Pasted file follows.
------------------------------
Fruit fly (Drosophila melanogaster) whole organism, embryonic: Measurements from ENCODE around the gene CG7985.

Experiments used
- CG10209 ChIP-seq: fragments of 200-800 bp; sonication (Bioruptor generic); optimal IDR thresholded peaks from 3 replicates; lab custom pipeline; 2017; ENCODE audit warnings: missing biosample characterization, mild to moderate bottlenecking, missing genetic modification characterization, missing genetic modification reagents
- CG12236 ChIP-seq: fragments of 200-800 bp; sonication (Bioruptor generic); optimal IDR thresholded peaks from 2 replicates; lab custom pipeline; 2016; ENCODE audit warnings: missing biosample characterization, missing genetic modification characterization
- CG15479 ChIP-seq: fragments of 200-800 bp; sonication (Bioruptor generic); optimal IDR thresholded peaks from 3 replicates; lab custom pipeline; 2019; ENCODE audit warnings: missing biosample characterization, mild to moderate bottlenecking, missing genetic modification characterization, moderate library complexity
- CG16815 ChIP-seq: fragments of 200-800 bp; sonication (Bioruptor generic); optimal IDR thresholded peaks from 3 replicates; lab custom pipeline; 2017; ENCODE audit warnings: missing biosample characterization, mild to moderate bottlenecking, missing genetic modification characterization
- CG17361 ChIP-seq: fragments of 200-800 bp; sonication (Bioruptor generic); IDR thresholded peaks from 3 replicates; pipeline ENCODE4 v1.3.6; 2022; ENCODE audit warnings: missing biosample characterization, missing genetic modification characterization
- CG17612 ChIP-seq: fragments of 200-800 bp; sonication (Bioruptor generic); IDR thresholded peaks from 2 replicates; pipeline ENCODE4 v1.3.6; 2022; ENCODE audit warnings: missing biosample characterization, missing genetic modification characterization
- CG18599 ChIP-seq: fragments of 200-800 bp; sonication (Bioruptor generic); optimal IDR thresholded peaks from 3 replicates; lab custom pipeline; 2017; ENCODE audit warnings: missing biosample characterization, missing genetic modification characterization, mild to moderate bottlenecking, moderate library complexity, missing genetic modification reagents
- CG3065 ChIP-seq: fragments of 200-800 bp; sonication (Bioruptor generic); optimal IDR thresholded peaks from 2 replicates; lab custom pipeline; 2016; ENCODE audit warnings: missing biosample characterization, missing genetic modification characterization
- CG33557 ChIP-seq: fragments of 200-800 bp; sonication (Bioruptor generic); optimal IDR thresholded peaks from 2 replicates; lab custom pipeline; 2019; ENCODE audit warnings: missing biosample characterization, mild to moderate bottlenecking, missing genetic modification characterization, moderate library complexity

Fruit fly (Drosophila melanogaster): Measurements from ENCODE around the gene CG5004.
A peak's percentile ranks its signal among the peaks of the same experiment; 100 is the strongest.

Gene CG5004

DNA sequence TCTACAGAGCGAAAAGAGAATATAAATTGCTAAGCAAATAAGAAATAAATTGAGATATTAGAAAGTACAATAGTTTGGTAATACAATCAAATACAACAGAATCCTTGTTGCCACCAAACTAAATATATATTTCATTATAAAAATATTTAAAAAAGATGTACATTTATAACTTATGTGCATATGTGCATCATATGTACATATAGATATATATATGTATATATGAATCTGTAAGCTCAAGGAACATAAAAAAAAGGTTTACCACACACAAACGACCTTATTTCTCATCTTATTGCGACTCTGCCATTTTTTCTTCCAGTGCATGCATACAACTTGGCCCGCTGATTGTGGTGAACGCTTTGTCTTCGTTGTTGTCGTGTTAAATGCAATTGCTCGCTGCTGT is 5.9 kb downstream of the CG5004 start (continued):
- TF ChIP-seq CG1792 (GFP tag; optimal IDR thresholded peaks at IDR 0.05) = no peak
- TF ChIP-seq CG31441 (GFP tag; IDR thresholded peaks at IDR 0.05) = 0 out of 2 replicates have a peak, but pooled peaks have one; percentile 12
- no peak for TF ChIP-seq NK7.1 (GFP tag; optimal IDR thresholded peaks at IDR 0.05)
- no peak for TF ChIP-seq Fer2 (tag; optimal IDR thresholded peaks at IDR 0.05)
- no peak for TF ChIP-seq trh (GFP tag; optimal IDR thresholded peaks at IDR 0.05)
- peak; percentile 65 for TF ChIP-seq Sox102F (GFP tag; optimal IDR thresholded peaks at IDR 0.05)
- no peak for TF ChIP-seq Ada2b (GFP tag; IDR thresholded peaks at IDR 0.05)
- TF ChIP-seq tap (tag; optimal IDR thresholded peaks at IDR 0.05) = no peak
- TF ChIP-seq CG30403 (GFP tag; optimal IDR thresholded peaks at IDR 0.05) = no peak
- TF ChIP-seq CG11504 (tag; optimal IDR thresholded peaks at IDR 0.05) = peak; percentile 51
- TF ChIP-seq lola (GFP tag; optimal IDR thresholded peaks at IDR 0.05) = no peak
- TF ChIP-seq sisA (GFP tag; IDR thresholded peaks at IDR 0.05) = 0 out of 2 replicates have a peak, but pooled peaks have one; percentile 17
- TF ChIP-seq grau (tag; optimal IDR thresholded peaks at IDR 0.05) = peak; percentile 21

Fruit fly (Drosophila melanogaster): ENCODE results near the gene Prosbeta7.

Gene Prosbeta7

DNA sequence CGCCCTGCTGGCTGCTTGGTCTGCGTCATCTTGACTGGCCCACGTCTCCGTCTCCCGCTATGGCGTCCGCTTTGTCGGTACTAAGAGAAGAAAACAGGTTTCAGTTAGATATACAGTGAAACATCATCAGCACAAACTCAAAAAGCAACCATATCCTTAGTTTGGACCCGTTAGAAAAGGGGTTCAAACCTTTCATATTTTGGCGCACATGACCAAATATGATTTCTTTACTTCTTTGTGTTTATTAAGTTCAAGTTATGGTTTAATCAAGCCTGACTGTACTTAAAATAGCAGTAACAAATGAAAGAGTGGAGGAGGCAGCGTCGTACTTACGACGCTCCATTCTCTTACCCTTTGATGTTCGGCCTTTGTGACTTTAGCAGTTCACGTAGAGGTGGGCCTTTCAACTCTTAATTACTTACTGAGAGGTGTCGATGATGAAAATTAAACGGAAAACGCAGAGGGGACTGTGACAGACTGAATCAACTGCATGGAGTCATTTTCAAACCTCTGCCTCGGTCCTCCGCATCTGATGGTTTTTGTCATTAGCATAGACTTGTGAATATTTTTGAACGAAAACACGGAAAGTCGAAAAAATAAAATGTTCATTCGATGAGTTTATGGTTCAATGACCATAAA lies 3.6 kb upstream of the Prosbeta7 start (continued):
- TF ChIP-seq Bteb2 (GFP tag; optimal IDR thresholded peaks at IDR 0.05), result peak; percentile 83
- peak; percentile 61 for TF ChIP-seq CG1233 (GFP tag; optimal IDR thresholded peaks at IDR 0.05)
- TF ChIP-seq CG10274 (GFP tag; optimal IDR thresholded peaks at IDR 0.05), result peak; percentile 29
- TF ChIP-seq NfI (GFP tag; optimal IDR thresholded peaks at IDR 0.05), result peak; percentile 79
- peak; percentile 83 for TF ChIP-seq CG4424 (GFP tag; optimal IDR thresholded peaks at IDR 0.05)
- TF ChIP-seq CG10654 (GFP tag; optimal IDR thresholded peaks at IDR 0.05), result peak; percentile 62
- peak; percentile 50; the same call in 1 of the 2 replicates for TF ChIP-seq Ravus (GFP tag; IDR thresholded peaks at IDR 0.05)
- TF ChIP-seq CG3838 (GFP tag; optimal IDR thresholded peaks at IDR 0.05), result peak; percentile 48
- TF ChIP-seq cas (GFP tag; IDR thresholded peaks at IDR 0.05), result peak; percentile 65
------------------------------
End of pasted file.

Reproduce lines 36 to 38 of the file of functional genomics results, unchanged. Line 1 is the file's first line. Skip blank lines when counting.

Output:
- peak; percentile 83 for TF ChIP-seq CG4424 (GFP tag; optimal IDR thresholded peaks at IDR 0.05)
- TF ChIP-seq CG10654 (GFP tag; optimal IDR thresholded peaks at IDR 0.05), result peak; percentile 62
- peak; percentile 50; the same call in 1 of the 2 replicates for TF ChIP-seq Ravus (GFP tag; IDR thresholded peaks at IDR 0.05)